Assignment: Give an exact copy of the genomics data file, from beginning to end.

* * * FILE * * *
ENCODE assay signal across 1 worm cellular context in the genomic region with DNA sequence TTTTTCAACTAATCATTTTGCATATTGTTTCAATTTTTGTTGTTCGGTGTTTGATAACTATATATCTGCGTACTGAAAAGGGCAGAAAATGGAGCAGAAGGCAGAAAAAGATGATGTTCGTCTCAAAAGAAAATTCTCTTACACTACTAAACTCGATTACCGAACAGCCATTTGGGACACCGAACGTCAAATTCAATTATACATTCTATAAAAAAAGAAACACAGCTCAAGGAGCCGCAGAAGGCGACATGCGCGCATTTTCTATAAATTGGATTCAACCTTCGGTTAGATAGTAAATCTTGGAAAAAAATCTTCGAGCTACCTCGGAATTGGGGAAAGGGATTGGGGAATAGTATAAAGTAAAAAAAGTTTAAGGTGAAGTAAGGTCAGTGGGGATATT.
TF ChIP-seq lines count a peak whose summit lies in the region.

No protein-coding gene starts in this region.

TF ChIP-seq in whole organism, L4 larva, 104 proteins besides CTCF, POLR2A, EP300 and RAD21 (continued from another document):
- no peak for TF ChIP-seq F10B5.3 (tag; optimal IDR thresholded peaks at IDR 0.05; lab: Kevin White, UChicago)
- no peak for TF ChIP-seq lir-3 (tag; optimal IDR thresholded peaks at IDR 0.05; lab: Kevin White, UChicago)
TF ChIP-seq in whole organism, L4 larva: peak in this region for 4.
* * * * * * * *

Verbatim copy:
ENCODE assay signal across 1 worm cellular context in the genomic region with DNA sequence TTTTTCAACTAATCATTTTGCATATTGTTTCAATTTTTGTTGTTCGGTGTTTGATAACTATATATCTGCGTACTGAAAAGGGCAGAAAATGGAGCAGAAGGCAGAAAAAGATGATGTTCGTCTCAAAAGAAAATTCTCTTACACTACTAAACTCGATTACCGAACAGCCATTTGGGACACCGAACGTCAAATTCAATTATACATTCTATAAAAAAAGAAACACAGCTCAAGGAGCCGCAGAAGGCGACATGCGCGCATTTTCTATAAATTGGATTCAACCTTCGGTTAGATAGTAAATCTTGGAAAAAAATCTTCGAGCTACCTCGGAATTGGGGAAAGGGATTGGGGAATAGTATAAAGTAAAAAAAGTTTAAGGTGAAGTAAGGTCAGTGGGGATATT.
TF ChIP-seq lines count a peak whose summit lies in the region.

No protein-coding gene starts in this region.

TF ChIP-seq in whole organism, L4 larva, 104 proteins besides CTCF, POLR2A, EP300 and RAD21 (continued from another document):
- no peak for TF ChIP-seq F10B5.3 (tag; optimal IDR thresholded peaks at IDR 0.05; lab: Kevin White, UChicago)
- no peak for TF ChIP-seq lir-3 (tag; optimal IDR thresholded peaks at IDR 0.05; lab: Kevin White, UChicago)
TF ChIP-seq in whole organism, L4 larva: peak in this region for 4.